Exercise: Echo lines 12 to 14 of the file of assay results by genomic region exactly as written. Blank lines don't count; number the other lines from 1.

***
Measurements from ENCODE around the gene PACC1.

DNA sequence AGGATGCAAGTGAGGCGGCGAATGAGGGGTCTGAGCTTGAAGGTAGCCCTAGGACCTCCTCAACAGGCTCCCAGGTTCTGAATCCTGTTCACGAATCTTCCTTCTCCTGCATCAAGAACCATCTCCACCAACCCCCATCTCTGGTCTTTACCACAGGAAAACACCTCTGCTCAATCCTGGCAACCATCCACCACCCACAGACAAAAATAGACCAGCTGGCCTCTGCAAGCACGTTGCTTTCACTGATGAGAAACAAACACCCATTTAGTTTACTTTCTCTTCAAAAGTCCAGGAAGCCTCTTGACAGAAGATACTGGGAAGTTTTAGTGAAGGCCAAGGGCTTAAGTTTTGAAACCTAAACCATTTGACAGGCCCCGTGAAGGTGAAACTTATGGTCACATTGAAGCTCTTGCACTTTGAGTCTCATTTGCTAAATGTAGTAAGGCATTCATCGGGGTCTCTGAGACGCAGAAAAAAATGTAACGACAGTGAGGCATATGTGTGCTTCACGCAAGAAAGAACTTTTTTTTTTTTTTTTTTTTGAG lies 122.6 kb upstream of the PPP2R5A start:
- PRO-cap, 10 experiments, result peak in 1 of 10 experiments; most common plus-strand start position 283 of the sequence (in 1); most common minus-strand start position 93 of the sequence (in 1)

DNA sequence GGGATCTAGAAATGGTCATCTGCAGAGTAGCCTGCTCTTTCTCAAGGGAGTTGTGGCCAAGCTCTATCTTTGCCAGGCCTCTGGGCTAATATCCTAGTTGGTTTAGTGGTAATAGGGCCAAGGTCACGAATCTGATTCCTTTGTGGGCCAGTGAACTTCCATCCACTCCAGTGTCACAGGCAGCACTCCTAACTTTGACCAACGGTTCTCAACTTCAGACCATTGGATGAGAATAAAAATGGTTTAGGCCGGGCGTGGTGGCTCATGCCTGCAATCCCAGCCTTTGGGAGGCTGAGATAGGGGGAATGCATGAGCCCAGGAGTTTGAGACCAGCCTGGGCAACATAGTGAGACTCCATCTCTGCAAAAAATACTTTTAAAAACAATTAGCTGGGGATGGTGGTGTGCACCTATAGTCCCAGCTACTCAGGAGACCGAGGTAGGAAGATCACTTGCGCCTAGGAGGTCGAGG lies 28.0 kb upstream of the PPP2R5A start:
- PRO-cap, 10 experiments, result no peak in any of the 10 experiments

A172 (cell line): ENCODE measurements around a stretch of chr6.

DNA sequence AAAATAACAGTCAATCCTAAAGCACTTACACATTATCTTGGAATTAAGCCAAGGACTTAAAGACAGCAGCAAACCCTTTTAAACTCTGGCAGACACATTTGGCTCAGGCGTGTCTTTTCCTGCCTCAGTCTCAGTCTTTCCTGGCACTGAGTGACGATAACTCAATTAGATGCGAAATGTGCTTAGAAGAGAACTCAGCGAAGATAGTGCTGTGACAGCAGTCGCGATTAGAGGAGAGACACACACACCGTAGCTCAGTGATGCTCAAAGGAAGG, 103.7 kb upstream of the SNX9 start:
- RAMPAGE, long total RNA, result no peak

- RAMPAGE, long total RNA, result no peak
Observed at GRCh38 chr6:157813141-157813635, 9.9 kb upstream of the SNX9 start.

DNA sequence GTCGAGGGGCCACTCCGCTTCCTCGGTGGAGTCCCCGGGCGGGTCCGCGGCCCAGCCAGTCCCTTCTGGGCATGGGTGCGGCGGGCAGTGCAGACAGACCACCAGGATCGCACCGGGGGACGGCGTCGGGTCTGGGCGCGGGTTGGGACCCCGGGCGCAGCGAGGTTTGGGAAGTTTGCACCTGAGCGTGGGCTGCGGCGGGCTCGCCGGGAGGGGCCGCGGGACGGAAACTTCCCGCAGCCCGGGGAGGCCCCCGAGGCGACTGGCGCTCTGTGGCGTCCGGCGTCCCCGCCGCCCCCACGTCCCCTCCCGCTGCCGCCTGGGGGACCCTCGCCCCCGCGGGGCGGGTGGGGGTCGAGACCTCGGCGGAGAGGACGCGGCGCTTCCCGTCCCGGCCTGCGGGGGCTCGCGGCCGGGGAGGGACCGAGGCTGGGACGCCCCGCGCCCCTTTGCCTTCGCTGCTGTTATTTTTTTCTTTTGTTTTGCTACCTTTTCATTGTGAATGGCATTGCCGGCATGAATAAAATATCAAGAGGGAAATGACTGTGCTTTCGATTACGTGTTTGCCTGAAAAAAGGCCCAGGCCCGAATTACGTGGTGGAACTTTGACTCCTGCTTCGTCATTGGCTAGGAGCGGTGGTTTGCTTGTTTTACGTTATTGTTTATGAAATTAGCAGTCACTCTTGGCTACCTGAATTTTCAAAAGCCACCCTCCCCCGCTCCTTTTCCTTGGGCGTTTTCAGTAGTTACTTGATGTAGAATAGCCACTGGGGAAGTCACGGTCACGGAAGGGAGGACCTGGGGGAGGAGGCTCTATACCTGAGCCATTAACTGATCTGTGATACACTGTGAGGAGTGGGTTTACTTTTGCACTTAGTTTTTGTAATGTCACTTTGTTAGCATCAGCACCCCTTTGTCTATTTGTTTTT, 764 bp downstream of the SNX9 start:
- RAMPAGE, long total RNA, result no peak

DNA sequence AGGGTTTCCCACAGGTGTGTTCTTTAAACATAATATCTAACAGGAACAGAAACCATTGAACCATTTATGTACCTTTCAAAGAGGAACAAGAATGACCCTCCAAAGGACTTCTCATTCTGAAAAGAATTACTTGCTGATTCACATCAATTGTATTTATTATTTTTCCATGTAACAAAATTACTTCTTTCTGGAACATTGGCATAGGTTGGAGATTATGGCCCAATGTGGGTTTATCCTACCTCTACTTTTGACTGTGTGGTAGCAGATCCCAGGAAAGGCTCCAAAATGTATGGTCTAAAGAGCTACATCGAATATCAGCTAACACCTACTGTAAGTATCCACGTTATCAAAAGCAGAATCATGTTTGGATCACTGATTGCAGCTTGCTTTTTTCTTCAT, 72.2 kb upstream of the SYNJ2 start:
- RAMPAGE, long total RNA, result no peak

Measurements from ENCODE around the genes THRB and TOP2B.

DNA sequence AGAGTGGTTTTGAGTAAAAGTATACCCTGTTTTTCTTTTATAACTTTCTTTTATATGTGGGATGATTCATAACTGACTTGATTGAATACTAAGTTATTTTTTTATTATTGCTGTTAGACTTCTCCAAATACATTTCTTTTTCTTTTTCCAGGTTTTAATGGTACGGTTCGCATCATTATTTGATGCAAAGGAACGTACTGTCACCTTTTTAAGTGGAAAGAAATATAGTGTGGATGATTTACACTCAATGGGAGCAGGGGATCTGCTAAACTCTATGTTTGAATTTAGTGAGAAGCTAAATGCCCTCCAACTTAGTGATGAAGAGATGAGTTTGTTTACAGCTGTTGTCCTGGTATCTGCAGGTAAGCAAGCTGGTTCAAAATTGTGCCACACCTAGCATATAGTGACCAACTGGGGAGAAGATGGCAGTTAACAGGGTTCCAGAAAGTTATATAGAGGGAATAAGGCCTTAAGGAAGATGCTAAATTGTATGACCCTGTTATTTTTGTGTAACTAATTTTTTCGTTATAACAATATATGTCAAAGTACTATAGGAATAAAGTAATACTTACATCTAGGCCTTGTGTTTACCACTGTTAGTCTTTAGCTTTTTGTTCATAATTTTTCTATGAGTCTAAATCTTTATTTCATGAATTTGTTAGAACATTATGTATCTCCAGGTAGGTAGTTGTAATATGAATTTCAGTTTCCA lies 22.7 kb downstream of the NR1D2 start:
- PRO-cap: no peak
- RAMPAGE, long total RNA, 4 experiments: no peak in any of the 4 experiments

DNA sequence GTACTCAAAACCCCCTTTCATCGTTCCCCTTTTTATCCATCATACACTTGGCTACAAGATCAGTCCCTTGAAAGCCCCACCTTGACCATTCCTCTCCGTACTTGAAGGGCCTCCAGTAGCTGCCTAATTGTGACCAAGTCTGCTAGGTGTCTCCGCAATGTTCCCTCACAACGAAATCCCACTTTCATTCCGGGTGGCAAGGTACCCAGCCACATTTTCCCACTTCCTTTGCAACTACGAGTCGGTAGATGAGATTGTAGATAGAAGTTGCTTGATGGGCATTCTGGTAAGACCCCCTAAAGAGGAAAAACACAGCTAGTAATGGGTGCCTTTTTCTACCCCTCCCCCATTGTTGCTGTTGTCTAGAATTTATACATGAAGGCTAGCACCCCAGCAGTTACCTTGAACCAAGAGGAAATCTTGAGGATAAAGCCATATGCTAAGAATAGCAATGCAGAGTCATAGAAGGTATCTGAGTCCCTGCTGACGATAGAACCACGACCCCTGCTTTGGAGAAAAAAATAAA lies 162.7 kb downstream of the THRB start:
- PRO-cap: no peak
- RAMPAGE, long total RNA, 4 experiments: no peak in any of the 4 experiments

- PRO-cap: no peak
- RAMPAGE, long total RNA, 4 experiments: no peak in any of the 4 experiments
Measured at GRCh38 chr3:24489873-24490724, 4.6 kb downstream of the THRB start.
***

- RAMPAGE, long total RNA, result no peak

DNA sequence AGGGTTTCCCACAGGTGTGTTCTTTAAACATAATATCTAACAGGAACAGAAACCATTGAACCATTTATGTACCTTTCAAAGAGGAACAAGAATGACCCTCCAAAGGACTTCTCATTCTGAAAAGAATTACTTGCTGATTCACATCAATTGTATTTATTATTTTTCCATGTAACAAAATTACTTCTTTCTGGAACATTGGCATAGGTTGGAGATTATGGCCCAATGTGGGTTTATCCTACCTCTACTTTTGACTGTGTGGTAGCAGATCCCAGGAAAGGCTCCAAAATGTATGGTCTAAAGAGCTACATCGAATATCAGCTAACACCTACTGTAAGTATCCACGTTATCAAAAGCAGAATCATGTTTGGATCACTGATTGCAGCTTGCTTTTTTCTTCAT, 72.2 kb upstream of the SYNJ2 start:
- RAMPAGE, long total RNA, result no peak